In March of 2016, the circuit court held a dispositional hearing in which it heard the testimony of the DHHR's caseworker in this matter. After the caseworker's testimony, the circuit court continued the hearing to allow for the completion of a home study of a relative in another state who wished to have the child placed with her. The child remained in the foster home.

         In February of 2017, the circuit court resumed the dispositional hearing. At the hearing, petitioner testified that while living in Michigan, she had a prior improvement period concerning the subject child for nine months. Petitioner further testified that two months after the improvement period was completed she moved to West Virginia, and approximately six months after that, this abuse and neglect petition was filed against her relating to the same child. Petitioner also testified regarding her prior terminations and admitted that the court in Michigan made a finding that she had beaten one of her children so severely that the child had multiple bruises and a broken arm.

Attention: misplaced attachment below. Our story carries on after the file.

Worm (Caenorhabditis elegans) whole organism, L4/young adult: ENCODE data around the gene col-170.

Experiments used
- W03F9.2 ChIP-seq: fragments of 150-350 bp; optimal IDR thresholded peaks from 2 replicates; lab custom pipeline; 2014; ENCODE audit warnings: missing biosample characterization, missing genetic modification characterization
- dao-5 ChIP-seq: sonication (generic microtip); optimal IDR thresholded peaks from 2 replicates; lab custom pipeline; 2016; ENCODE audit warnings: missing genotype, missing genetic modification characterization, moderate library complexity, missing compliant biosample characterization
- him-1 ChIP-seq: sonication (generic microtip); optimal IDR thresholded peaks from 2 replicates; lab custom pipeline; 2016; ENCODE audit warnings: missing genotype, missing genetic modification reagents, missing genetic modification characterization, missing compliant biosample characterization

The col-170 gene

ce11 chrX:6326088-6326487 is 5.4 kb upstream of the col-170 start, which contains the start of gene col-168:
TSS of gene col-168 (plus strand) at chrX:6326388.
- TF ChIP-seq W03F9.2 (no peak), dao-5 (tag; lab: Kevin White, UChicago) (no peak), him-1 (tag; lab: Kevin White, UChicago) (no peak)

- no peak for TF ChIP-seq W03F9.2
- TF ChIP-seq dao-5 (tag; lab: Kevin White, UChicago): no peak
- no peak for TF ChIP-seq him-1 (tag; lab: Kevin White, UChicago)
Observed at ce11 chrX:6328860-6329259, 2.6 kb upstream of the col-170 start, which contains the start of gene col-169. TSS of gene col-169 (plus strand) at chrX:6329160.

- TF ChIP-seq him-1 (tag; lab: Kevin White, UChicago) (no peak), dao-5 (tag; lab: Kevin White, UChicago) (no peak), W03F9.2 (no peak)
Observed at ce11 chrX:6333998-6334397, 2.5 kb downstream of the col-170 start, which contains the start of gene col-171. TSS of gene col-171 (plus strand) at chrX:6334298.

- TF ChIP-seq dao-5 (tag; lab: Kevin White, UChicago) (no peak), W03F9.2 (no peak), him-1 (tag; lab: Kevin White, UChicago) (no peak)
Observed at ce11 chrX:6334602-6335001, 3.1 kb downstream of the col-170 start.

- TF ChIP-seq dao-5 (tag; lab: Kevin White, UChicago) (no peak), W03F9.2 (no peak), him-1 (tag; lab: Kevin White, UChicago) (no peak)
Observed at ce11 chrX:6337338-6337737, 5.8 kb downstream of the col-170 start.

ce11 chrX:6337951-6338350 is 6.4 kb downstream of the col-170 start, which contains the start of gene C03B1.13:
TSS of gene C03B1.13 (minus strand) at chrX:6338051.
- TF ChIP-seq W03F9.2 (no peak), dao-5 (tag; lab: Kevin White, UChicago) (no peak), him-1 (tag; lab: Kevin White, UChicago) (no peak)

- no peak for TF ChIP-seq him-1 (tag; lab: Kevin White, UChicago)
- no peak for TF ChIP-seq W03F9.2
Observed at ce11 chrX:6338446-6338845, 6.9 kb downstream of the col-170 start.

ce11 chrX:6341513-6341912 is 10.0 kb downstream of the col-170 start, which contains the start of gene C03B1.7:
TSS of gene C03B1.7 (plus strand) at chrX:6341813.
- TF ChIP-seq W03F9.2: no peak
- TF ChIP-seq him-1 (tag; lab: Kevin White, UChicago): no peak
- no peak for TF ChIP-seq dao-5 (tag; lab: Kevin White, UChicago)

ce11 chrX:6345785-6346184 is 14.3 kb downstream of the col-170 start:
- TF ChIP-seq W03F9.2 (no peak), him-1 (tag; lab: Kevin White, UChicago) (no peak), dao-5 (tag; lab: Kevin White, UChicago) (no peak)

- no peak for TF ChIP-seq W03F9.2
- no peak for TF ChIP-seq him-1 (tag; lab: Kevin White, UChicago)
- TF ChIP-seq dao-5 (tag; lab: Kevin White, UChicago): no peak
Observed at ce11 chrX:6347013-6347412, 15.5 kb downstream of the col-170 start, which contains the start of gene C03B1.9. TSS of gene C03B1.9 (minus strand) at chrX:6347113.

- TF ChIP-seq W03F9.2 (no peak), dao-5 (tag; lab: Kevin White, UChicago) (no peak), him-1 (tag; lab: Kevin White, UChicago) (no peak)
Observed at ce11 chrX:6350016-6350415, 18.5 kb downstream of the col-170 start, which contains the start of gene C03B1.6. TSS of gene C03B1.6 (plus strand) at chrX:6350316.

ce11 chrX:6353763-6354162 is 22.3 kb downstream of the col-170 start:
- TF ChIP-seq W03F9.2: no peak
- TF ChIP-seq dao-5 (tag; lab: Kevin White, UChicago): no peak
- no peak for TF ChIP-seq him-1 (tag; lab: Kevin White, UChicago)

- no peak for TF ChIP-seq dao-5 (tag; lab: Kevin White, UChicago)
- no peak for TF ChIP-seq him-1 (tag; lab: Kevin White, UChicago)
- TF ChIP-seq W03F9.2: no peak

Ultimately, the circuit court denied petitioner's motion for a post-adjudicatory improvement period and terminated her parental, custodial, and guardianship rights in its March 1, 2017, order.[3] It is from the dispositional order that petitioner appeals.

The Court has previously established the following standard of review: